Breast implant information law clears committee
PHOENIX - Women who want to get breast implants would be required to get more information about the side effects, under the terms of legislation approved Wednesday by a Senate committee.
But not this year.
The unanimous vote in favor of SB 1439 followed testimony by several women who told the Health and Human Services Committee about the health effects, often lasting years, after they had implants.
More to the point, the women all said that they never were informed of what could go wrong.
No one from any of the manufacturers came to testify against the measure.
There also was no opposition from surgeons. In fact, James Nachbar, a Scottsdale plastic surgeon and attorney, told lawmakers he supports the measure.
In essence, the measure puts together a group including doctors, manufacturers and patients to come up with an "informed consent checklist'' of what physicians should discuss with patients considering breast implants.
At the very least, the legislation requires that list to include cancer associated with breast implants as well as other breast implant illnesses. And patients would have to be told of the National Breast Implant Registry which keeps track of not only devices that are implanted but also subsequent surgeries.
"I asked all the right questions for over a year,'' Lisa Roland told lawmakers.
"I wasn't told about auto-immune conditions,'' she said. "I wasn't given a manufacturer's booklet."
Roland said this isn't a simple matter of requiring a consent form. In fact, she said, the current form used by plastic surgeons is written at the collegiate level.
"It's 13 pages long,'' she said.
"I am health-literate,'' Roland continued. "It took me an hour and 48 minutes to read this thing.''
What SB 1439 would require, she said, is different.
"It clearly spells out all of the risks that I wish I had known before my implant surgery,'' Roland said, the surgery she said left her sick for 18 years.
Robyn Towt had her own story for lawmakers. She told of her double mastectomy in 2017 after being diagnosed with breast cancer. She said she had breast reconstruction with one of the top board-certified plastic surgeons in the East Valley, whom she did not name.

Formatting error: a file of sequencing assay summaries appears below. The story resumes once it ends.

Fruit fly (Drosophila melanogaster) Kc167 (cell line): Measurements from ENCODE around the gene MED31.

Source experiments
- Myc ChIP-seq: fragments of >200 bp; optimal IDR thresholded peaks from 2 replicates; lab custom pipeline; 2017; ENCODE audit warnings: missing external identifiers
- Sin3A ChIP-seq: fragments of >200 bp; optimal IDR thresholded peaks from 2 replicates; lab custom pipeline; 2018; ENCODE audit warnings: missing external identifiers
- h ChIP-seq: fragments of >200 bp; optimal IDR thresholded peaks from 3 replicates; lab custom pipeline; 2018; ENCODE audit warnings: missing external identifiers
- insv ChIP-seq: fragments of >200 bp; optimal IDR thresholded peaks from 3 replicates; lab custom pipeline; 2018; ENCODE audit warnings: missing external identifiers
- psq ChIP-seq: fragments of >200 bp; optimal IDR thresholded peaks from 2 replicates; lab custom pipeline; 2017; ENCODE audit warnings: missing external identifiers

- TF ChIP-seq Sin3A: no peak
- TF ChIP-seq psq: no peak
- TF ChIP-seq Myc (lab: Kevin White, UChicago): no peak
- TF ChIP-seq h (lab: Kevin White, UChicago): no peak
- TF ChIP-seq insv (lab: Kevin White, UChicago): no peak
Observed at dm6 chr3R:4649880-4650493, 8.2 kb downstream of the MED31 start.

"My doctor told me breast implants were perfectly safe," Towt said, even with silicone.
"I ended up having extreme health issues,'' she said, having been given no idea what chemicals were in the implants. Towt said she had them removed after four months "and my 23 symptoms resolved within 48 hours.''
Gretchen Goodell-Bridge said the side effects of her own implants were so severe, including hair loss and heart palpitations, she had to stop working as a women's health nurse practitioner until she had them removed.
"It shouldn't be this way,'' she said.
"Women should know all the risks about a procedure,'' Goodell-Bridge said. "It is the surgeon's responsibility to inform the patient of all the negative things that can happen.''
She acknowledged that not every woman who had implants will get sick.
"But a proper informed consent means being given all the relevant information to make an educated decision,'' Goodell-Bridge said.
The reason this won't happen immediately -- assuming the bill clears the full Legislature -- is that study committee. It has until the end of the year to come up with that checklist.
But even a checklist and a consent form, Roland said, isn't the entire answer.
"I talk to a lot of women that say that they were just handed their consent forms and they were told to sign them,'' she said. Roland said that this legislation "has the potential to change that culture.''
That includes telling women they should go back to their surgeons when their immune systems react badly and that they should report their problems to the Food and Drug Administration which regulates the devices.
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